Ideas for Teaching Halloween Safety

When I think of Halloween in the classroom, I think of candy corn, costumes, and pumpkins.  But, I also think about Halloween Safety.  This topic is one of my favorite mini units to teach before Halloween rolls around.
Teaching ideas Halloween Safety

I don't think I need to convince you that covering the topic of staying safe during Halloween is a good idea.  We all want our students to have safe and memorable experiences outside of school.

What follows is a break down of how I like to teach the topic of Halloween safety.  I usually spend 2-3 days on the topic.  I find that spending more than one day on the topic helps the information to sink in.

Introducing the Topic
I love introducing this topic by using a mystery bag.  Place some Halloween related objects in a bag (a large gift bag or a paper grocery bag).  Pull them out one at a time and see if your students can guess what they will be learning about.  For this topic, I place the following in the bag:
  • a trick or treat bucket
  • candy
  • a flashlight, glow stick, or reflective key chain/strip
  • cell phone or two-way radio
You don't have to jam your mystery bag full of stuff, so don't worry about filling it with too much stuff.

Access Background Knowledge
Once my students have been introduced to our topic of study, I like to see what they already know. Ask them what they know about being safe and why it's important to be safe.

I like to create a class anchor chart of ideas.  You can do this in a few ways.
  • You can simply facilitate a whole group brainstorm and record students' ideas on the chart
  • You could also ask students to write what they know about Halloween safety on a sticky note.  Let each student read his/her sticky note before adding it to the chart.  As you delve into the topic, you can remove any sticky notes that included misconceptions and place them next to the chart.  
You can also completely forgo the anchor chart route and have your students fill in a KWL organizer.

Grab a copy of this KWL chart HERE.  :)

Teach the Content (Teach Them How to be Safe)
My preferred method for sharing ways to be safe during Halloween is centered around sharing safety tips.  Tips make for a quick read and they are easy to remember.  Every year I facilitate a safety mingle.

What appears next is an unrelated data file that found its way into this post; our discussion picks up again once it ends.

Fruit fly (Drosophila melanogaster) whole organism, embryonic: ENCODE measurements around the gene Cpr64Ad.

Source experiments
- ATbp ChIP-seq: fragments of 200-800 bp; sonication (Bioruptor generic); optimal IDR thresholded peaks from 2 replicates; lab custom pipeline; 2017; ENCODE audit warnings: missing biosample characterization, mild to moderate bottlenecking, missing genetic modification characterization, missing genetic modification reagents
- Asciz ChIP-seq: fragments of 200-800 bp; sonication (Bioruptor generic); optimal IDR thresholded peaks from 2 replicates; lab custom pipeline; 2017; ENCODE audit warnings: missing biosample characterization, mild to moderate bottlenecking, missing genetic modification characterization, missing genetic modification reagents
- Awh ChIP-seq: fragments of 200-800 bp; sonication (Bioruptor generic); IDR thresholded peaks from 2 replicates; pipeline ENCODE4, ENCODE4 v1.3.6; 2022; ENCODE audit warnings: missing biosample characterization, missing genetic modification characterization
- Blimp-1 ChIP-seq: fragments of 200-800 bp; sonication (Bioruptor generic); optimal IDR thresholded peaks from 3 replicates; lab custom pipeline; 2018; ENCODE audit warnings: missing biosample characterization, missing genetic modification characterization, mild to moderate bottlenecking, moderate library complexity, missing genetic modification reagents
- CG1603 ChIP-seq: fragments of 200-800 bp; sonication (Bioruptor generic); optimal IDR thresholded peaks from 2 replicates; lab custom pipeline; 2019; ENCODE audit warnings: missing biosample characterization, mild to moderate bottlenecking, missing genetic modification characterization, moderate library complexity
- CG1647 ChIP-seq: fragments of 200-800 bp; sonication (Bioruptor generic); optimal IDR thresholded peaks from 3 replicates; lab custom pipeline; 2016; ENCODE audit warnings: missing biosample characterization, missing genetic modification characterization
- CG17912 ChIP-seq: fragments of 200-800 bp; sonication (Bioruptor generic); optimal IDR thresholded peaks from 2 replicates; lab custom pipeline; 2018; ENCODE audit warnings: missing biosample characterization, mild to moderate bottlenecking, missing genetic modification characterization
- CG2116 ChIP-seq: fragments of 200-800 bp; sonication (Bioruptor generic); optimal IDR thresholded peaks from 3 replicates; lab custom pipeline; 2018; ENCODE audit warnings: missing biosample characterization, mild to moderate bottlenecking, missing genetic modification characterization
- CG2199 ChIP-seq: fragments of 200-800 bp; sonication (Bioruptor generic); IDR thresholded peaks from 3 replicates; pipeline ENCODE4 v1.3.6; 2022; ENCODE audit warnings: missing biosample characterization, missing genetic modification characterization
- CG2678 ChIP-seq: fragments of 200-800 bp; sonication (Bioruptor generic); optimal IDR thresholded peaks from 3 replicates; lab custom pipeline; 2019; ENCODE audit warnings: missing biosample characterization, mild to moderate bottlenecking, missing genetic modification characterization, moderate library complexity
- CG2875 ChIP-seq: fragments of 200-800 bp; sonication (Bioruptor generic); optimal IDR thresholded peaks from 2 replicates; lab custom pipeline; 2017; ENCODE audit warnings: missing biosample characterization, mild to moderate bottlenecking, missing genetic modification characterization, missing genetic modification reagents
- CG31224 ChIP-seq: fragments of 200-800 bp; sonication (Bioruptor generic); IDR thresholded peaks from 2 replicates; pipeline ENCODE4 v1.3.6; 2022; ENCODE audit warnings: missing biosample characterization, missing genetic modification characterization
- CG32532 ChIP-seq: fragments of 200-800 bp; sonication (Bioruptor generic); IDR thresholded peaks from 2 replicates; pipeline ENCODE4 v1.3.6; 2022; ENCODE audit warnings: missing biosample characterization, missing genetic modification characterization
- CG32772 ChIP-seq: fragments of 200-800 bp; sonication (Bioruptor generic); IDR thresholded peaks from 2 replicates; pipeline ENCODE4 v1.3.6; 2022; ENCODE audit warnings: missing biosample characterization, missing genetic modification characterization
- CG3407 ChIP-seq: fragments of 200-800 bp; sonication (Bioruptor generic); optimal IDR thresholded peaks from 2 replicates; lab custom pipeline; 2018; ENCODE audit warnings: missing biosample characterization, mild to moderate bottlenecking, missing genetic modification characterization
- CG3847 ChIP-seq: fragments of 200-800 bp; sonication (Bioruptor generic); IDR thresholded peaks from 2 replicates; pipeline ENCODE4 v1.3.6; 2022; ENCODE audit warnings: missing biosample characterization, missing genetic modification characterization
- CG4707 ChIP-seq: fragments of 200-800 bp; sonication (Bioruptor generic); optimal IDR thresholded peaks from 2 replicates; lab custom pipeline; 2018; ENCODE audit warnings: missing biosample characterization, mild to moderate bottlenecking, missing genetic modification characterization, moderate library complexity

I give each student a card with a safety tip printed on it.  They mingle around the room and read their safety tips to one another.  I usually have them mingle for about 3-4 minutes.  I bring the students back together and they share the tips they either read or learned during the mingle.  I record these safety tips on an anchor chart (because it will be used for other activities...see below).

To help reinforce these ideas even more, I have the students use the tips they learned to create a safety tip book.  They can choose the tips they think are most important, or applicable to their situation, and use them in their book.

The following day, I like to pair students up so they can read their safety tip books to each other.  It's a great way to review the content.

If we don't have time for a mini book project, I might have them make a safety pennant instead.  :)

Watch a Video

You can find lots of Halloween safety videos on You Tube, but always, always, always, be sure to preview the video before showing it to your students.

My favorite safety videos tend to be the ones that are posted by various public safety agencies (police and fire departments).

I really like the Halloween Safety PSA video from the DeKalb County Fire Department.  Click HERE to watch. This video isn't scary (some get a little creepy and I don't want to spook my second graders), and it's very informative. :)

After we watch the video, we add more information to the anchor chart we created after the safety mingle.  We review the new collection of tips on our anchor chart, and then students complete a safety sort. Sorts are a great way to engage students in critical thinking.  This particular sort tasks students with sorting sentences into the categories "safe" and "not safe."

End of Unit
At the end of our mini unit, I give each student a safety certificate, and a glow stick or bracelet.  They love this!

This year, I hope you take the time to teach and encourage your students to have a safe Halloween.  The safety materials featured in this post can be found in my Halloween Safety pack on TPT.  Click HERE for more information.

Happy Halloween!


Teaching Ideas Halloween Safety

Share It:

No comments:

Post a Comment

I'd love to hear what you have to say!